Impact of Angiotensin Receptor Blocker Use on Overall Survival Among Patients Undergoing Resection for Pancreatic Cancer.
Pancreatic cancer has higher concentrations of angiotensin II compared with other cancers. This study sought to assess the effect of angiotensin II receptor blockers (ARBs) on survival of patients undergoing resection using a large, nationally representative dataset.
Patients undergoing pancreatic cancer resection were identified in the Truven Health MarketScan database. Multivariable Cox proportional hazards regression was used to assess the effect of ARB use on overall survival.
A total of 4299 patients were identified, among whom 479 (11.1%) filled a prescription for an ARB. Mean patient age was 54.5 years (SD = 8.6 years); 2187 (51.1%) were female. Exactly 49.4% (n = 2125) of patients had a Charlson comorbidity index >2 at the time of surgery (n = 2125, 49.4%) and 59.6% (n = 2563) underwent a pancreaticoduodenectomy. Kaplan-Meier estimates of survival at 1, 2, and 4 years were 62.8% (95% CI: 61.3-64.2%), 38.2% (95% CI: 36.6-39.8%), and 19.0% (95% CI: 17.1-21.0%), respectively. On multivariable analysis, ARB use was associated with a 24% decreased risk of death over the 5-year period in which patients were under observation (HR = 0.76, 95% CI: 0.67-0.87, p < 0.001).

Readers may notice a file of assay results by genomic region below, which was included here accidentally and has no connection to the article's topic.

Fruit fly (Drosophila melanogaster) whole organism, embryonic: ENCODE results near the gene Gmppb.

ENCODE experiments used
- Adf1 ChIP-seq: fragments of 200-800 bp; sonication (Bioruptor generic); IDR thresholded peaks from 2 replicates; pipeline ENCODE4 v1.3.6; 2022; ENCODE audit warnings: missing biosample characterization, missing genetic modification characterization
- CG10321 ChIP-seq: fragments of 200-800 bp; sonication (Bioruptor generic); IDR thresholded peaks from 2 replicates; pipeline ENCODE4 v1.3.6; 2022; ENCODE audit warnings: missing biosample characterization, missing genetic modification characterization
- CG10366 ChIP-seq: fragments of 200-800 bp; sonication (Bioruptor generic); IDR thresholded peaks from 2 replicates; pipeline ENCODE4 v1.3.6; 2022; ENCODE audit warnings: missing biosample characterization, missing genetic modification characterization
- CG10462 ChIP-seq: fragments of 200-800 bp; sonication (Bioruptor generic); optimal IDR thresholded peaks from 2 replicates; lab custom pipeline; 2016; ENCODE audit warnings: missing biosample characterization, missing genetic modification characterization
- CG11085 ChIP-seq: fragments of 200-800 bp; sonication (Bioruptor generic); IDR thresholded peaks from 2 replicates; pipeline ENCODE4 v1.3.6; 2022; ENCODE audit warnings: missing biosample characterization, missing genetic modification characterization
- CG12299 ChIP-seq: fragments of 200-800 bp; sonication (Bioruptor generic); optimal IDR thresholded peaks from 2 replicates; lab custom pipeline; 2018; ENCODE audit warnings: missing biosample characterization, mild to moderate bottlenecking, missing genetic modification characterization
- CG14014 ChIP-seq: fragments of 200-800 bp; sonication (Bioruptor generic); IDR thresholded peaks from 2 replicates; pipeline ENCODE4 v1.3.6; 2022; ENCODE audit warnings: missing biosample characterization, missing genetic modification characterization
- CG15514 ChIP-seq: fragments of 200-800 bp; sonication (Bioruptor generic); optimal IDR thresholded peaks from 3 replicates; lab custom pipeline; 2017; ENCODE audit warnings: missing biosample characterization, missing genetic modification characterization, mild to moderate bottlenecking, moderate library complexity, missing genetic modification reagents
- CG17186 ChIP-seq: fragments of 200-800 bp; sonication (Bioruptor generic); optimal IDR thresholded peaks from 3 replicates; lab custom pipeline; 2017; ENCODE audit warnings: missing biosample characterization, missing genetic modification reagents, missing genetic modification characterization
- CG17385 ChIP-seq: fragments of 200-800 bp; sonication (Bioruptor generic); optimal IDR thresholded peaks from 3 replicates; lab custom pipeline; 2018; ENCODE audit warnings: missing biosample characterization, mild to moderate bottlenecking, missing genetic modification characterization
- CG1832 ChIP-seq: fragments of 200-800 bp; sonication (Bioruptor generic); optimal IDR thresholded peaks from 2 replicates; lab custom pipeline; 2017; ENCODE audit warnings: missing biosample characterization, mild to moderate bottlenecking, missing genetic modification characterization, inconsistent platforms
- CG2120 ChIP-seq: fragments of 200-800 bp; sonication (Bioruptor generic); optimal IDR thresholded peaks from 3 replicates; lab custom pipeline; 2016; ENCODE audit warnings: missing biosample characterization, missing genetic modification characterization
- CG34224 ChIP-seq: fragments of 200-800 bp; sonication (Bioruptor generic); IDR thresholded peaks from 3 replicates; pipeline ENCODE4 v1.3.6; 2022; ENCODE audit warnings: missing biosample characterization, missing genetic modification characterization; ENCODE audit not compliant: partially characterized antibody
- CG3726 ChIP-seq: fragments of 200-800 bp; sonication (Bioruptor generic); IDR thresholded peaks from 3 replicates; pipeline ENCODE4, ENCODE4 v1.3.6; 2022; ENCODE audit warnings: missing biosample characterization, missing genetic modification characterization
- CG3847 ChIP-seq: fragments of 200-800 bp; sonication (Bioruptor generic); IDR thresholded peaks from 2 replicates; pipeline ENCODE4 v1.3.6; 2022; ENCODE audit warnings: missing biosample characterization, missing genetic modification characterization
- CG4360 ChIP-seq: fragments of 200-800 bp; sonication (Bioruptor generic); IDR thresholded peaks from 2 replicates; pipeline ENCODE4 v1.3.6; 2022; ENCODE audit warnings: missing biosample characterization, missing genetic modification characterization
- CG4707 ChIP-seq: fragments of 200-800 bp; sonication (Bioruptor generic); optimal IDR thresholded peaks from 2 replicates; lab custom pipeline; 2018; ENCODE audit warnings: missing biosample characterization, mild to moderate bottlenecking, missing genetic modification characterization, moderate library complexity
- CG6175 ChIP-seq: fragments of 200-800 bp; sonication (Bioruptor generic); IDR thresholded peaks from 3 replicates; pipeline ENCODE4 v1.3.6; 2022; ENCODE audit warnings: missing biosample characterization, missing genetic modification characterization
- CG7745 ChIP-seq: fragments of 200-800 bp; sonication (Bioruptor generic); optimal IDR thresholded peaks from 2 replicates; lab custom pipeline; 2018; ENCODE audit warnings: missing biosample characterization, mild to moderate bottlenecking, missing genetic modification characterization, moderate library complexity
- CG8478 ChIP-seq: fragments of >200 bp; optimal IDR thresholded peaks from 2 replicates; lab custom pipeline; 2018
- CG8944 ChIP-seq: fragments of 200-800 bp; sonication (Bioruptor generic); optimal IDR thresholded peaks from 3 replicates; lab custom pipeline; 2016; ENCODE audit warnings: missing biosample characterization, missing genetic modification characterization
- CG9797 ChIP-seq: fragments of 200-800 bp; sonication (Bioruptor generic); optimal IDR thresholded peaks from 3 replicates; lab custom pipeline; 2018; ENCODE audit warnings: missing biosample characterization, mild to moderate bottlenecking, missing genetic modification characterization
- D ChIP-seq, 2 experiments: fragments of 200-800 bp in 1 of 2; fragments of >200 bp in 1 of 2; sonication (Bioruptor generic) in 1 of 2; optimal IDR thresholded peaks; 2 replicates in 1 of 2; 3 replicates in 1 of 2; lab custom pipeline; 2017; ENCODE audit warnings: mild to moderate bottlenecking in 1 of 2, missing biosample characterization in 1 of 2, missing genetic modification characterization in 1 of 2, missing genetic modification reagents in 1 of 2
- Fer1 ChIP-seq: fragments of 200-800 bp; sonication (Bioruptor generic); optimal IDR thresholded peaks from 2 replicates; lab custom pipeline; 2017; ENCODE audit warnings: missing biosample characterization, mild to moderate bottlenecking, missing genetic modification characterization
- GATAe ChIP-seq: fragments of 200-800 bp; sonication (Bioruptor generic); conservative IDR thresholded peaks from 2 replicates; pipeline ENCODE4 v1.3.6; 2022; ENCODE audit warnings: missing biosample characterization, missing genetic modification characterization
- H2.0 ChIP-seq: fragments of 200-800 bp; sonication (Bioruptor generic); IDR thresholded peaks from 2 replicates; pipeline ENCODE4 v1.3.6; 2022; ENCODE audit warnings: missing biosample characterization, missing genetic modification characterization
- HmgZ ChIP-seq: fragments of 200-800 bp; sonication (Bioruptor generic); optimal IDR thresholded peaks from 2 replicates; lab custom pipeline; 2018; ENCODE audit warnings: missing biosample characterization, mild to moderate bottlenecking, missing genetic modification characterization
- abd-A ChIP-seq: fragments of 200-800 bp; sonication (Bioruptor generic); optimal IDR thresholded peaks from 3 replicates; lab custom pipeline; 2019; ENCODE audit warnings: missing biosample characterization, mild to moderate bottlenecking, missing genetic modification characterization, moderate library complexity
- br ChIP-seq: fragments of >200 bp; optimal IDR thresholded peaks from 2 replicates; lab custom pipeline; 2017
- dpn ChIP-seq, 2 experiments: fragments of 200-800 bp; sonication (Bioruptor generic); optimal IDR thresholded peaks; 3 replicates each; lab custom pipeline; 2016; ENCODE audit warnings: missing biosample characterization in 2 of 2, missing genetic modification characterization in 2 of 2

ARB use was associated with improved survival in patients undergoing resection of pancreatic cancer. Further research is required into the differential effect of ARBs in the treatment of pancreatic cancer.
Cerullo, M; Gani, F; Chen, SY; Canner, JK; Pawlik, TM
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